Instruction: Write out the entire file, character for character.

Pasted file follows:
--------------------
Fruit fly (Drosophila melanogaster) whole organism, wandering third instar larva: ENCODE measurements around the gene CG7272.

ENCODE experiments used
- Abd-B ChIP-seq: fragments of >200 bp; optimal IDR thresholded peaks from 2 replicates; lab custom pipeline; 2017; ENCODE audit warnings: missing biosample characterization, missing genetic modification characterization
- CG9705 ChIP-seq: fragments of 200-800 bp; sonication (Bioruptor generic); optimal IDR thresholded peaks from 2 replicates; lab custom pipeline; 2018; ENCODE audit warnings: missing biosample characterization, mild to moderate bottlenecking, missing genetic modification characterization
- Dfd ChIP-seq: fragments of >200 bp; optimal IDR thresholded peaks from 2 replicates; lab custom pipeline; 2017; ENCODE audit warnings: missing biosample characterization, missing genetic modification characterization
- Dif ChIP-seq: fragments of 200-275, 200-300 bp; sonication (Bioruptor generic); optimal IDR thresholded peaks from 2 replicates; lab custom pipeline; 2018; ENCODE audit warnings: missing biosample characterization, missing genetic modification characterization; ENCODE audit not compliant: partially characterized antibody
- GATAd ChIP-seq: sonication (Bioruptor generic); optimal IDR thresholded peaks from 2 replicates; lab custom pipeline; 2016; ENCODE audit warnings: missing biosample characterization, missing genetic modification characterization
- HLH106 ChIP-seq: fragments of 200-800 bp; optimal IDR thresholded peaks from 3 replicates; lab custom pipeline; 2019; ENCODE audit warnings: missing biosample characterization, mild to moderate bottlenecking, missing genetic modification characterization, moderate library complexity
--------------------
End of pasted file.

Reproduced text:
Fruit fly (Drosophila melanogaster) whole organism, wandering third instar larva: ENCODE measurements around the gene CG7272.

ENCODE experiments used
- Abd-B ChIP-seq: fragments of >200 bp; optimal IDR thresholded peaks from 2 replicates; lab custom pipeline; 2017; ENCODE audit warnings: missing biosample characterization, missing genetic modification characterization
- CG9705 ChIP-seq: fragments of 200-800 bp; sonication (Bioruptor generic); optimal IDR thresholded peaks from 2 replicates; lab custom pipeline; 2018; ENCODE audit warnings: missing biosample characterization, mild to moderate bottlenecking, missing genetic modification characterization
- Dfd ChIP-seq: fragments of >200 bp; optimal IDR thresholded peaks from 2 replicates; lab custom pipeline; 2017; ENCODE audit warnings: missing biosample characterization, missing genetic modification characterization
- Dif ChIP-seq: fragments of 200-275, 200-300 bp; sonication (Bioruptor generic); optimal IDR thresholded peaks from 2 replicates; lab custom pipeline; 2018; ENCODE audit warnings: missing biosample characterization, missing genetic modification characterization; ENCODE audit not compliant: partially characterized antibody
- GATAd ChIP-seq: sonication (Bioruptor generic); optimal IDR thresholded peaks from 2 replicates; lab custom pipeline; 2016; ENCODE audit warnings: missing biosample characterization, missing genetic modification characterization
- HLH106 ChIP-seq: fragments of 200-800 bp; optimal IDR thresholded peaks from 3 replicates; lab custom pipeline; 2019; ENCODE audit warnings: missing biosample characterization, mild to moderate bottlenecking, missing genetic modification characterization, moderate library complexity